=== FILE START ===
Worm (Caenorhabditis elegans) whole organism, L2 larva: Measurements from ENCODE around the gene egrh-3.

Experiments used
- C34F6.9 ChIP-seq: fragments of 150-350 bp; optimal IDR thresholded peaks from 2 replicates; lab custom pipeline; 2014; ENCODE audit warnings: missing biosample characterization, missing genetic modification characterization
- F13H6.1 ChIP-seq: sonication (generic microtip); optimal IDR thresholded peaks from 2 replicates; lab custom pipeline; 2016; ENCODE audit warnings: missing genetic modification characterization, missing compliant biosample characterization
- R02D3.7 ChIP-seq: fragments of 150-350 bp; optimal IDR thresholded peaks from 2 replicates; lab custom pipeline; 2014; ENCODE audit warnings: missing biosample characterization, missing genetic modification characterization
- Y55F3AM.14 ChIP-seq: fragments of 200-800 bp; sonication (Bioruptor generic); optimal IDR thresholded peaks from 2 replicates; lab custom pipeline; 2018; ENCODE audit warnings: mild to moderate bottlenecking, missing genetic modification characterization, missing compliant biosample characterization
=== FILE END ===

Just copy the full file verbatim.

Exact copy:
Worm (Caenorhabditis elegans) whole organism, L2 larva: Measurements from ENCODE around the gene egrh-3.

Experiments used
- C34F6.9 ChIP-seq: fragments of 150-350 bp; optimal IDR thresholded peaks from 2 replicates; lab custom pipeline; 2014; ENCODE audit warnings: missing biosample characterization, missing genetic modification characterization
- F13H6.1 ChIP-seq: sonication (generic microtip); optimal IDR thresholded peaks from 2 replicates; lab custom pipeline; 2016; ENCODE audit warnings: missing genetic modification characterization, missing compliant biosample characterization
- R02D3.7 ChIP-seq: fragments of 150-350 bp; optimal IDR thresholded peaks from 2 replicates; lab custom pipeline; 2014; ENCODE audit warnings: missing biosample characterization, missing genetic modification characterization
- Y55F3AM.14 ChIP-seq: fragments of 200-800 bp; sonication (Bioruptor generic); optimal IDR thresholded peaks from 2 replicates; lab custom pipeline; 2018; ENCODE audit warnings: mild to moderate bottlenecking, missing genetic modification characterization, missing compliant biosample characterization